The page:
On the second play, the Broncos come out in a three-receiver formation and split Green out wide. The Bills counter with their nickel package, but they still show blitz at the line of scrimmage.


Linebacker Ramon Humber is covering the running back on this play and drops back after feigning as a rusher. The Broncos have short routes called, but Siemian, perhaps anticipating a blitz, immediately turns after the snap and throws to C.J. Anderson coming out of the backfield. Humber sniffs this out quickly and tackles Anderson for another 2-yard gain.


A penalty forces Denver into a third-and-long situation, and the Bills dare the Broncos to beat them with a pass. By the time the ball is snapped, Buffalo has 10 players within 3 yards of the line of scrimmage and, again, brings a blitz.


The Broncos try to counter this with a draw play, but starting safety Jordan Poyer (No. 8 above) blitzes the run gap and drops Anderson for no gain.

A disciple of the late Jim Johnson, a long-time defensive coordinator for the Philadelphia Eagles, McDermott wants to generate pressure on the quarterback and will use a variety of blitzes at times to make that happen. In 2016, the Panthers were seventh in generating pressure on the quarterback and first in the league when sending five or more players, pressuring quarterbacks 46.5 percent of the time, according to Football Outsiders.

"To me, it starts with their defensive line," Quinn said when evaluating Buffalo's defense. "They're big, they've got movement, and they can penetrate. That part of the game really jumps out. Past that, they'll bring the corner blitzes, a safety blitz, and a nickel blitz. That aggressive style really comes through. Like most teams, it's going to start up front. They've got some guys who can really push it up front, and I've been impressed by that."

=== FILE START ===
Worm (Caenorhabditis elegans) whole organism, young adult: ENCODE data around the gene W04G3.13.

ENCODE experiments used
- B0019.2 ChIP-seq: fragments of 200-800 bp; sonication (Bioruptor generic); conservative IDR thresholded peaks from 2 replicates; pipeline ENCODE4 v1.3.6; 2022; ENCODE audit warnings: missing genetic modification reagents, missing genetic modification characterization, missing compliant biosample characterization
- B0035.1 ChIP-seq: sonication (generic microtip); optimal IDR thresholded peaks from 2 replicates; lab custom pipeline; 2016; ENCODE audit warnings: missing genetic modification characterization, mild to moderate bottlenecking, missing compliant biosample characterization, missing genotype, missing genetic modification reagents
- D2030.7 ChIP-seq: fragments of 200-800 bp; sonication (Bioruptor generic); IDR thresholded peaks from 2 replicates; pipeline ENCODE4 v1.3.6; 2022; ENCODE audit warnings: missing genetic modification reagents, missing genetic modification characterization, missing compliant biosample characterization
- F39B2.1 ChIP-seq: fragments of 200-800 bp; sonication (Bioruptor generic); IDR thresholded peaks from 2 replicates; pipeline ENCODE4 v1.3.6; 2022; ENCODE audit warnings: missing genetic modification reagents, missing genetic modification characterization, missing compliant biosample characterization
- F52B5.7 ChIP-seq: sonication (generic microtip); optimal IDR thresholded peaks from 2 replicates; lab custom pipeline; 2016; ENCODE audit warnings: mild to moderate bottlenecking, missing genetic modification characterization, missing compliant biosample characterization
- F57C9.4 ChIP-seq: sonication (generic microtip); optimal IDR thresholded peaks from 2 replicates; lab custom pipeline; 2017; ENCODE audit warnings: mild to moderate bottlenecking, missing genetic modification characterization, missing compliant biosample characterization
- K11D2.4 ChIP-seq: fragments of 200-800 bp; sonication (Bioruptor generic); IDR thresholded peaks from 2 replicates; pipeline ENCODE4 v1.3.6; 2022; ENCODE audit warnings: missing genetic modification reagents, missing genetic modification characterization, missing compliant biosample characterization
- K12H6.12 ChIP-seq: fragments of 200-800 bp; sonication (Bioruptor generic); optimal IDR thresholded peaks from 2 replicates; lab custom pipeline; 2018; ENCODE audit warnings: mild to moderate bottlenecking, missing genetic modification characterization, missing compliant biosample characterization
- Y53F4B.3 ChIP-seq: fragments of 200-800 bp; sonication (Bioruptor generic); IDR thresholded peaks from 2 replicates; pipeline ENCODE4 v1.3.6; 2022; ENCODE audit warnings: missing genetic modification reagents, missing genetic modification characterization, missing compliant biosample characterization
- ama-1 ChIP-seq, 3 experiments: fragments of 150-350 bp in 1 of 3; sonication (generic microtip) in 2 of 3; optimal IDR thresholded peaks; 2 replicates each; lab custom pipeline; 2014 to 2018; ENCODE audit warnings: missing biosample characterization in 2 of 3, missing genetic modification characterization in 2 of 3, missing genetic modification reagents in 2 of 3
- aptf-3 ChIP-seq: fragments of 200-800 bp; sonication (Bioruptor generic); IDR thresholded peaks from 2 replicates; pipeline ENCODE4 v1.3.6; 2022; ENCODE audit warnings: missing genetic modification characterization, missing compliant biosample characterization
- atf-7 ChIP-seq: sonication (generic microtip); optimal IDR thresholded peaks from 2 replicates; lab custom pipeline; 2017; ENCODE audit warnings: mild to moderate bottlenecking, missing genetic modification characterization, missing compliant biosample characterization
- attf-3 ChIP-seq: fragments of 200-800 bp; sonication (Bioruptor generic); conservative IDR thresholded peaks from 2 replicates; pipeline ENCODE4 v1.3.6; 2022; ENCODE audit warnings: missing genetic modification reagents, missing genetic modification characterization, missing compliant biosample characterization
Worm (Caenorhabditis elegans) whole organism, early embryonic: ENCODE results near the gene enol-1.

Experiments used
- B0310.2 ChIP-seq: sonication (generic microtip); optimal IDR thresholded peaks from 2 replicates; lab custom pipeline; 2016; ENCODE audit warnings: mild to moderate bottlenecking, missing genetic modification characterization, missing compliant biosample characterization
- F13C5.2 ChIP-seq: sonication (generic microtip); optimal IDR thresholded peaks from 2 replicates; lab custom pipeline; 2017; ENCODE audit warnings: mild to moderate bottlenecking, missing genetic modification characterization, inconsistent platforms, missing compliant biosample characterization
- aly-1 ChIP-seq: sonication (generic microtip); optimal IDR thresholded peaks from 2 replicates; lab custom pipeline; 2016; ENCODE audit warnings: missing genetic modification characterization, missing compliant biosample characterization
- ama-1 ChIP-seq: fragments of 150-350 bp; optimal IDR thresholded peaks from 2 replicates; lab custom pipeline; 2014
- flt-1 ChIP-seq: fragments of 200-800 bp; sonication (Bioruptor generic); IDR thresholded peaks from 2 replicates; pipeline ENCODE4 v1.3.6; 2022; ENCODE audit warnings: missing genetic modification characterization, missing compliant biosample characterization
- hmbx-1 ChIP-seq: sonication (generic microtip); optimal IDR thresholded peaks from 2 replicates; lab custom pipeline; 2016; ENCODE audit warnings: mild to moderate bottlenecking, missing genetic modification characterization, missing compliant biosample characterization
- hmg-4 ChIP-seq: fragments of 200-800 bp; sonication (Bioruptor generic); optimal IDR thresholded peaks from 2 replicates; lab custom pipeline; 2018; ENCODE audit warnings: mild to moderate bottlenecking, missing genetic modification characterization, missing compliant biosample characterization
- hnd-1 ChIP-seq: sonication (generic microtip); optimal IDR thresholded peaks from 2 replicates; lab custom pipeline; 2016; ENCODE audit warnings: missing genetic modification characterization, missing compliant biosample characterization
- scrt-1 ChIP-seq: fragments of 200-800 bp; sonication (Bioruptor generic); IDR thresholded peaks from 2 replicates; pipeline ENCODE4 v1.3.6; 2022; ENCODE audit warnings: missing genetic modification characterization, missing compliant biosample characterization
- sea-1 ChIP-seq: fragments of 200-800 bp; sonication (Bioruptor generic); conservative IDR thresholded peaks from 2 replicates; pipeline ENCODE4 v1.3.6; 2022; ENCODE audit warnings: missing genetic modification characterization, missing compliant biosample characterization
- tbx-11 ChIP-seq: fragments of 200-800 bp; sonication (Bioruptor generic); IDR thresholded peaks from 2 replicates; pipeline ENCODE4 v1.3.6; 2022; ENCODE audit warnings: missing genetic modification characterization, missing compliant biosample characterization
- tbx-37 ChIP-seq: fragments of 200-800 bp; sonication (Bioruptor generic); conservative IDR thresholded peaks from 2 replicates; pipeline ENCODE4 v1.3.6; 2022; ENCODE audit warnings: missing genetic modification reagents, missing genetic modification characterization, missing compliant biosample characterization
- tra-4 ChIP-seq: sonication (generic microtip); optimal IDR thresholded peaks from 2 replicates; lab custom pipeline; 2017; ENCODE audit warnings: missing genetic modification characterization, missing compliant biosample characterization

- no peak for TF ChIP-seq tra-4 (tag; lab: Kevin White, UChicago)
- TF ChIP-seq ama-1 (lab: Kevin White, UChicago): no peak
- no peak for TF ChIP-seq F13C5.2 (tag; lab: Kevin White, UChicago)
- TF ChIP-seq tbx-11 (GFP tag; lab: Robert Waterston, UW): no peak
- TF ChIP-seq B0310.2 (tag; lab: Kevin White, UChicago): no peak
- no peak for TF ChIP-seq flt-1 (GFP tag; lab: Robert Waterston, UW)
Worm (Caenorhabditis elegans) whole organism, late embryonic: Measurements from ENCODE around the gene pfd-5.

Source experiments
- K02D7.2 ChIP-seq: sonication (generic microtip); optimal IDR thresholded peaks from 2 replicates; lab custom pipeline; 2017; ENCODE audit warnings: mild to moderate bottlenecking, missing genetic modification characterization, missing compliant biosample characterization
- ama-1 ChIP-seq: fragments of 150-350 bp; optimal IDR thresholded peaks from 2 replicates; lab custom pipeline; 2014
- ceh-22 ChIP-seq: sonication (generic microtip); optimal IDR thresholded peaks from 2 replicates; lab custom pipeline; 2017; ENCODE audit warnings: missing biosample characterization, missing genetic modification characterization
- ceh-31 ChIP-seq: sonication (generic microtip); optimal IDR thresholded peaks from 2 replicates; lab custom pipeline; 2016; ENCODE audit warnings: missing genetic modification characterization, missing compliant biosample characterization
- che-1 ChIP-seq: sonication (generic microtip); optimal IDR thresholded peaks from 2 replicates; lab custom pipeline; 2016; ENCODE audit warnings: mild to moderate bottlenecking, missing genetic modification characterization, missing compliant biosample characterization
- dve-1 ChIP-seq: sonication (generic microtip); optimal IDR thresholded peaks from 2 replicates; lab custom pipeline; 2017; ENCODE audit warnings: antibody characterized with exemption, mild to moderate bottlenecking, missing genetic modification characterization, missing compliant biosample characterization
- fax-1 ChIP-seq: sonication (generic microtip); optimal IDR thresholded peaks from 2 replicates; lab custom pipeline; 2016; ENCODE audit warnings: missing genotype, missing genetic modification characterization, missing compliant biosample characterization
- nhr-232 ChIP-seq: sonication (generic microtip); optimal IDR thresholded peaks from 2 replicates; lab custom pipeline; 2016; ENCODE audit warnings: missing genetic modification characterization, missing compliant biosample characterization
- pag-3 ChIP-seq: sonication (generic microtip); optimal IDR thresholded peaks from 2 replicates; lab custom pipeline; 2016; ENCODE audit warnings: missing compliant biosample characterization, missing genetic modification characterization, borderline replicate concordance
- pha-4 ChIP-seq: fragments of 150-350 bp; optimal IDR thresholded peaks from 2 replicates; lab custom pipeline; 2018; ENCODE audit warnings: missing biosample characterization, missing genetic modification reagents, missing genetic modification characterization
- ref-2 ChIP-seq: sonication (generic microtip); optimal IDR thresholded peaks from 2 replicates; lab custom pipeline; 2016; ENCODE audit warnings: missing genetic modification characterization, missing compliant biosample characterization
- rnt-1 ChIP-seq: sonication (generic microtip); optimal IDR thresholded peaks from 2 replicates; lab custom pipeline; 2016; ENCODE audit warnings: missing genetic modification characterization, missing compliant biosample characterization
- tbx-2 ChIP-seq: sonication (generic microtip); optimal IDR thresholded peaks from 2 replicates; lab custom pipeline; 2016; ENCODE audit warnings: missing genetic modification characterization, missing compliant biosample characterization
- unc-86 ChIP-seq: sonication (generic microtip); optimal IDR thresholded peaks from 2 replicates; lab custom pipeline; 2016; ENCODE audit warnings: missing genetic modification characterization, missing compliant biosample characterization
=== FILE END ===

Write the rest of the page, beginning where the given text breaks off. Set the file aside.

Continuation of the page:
The combination of players Buffalo has in its front-seven, as well as McDermott's willingness to send more than four guys has proven disruptive for opposing backfields.

The secondary has been a strength

Of course, the Bills' secondary has also gotten off to a great start.

Buffalo allows just over 200 passing yards per game, the ninth-fewest in the league, and it has four interceptions so far, tied for the third most. Last year, the Bills were 21st in yards surrendered per pass play, allowing 6.51 yards. Thus far, it is giving up just 5.03 yards per pass play, the fourth-least in the NFL.

It's a relatively young secondary – the average combined years of NFL experience among the four starters is 3.5 – but every member has an interception so far. The main standouts of the group have been Poyer and cornerbacks E.J. Gaines and Tre'Davious White, the team's first-round draft pick out of LSU.

"They've done a nice job," McDermott said of Gaines and White. "Obviously two different players in terms of their skillset and also one being a rookie and one being a veteran player that we were able to get towards the middle-to-end of training camp. Both have acclimated themselves and continue to acclimate themselves well to our system and get more and more comfortable as the days move on."

Poyer is currently Pro Football Focus' No. 1-graded safety, earning a score of 89.6. White is 10th among cornerbacks with a grade of 84.1, while Gaines is 15th at 83.2. The Bills have yet to surrender a touchdown pass this season, and their two interceptions against the Broncos reflect how strong pressure and sound coverage can lead to big plays on defense.

Hyde's interception against Denver – Buffalo's first of the game – is a perfect example of this. The Bills' defensive line is split with no man covering the center and defenders at varying levels behind them.


The Broncos call another play-action pass, and the Bills generate pressure from the left side of the line as Siemian is attempting to roll out of the pocket in that direction, forcing him back to his left and causing the initial play to break down.


As Siemian scrambles to his left, the Bills' defensive backs do a good job of maintaining their zone and locking onto any receiver nearby.


With no open receiver to throw to, Siemian tries to fit the ball into a tight window downfield. As a right-handed quarterback rolling to his left, Siemian has to reset his feet before making the throw. He's unable to fully step into the pass, and it's easily intercepted by safety Micah Hyde.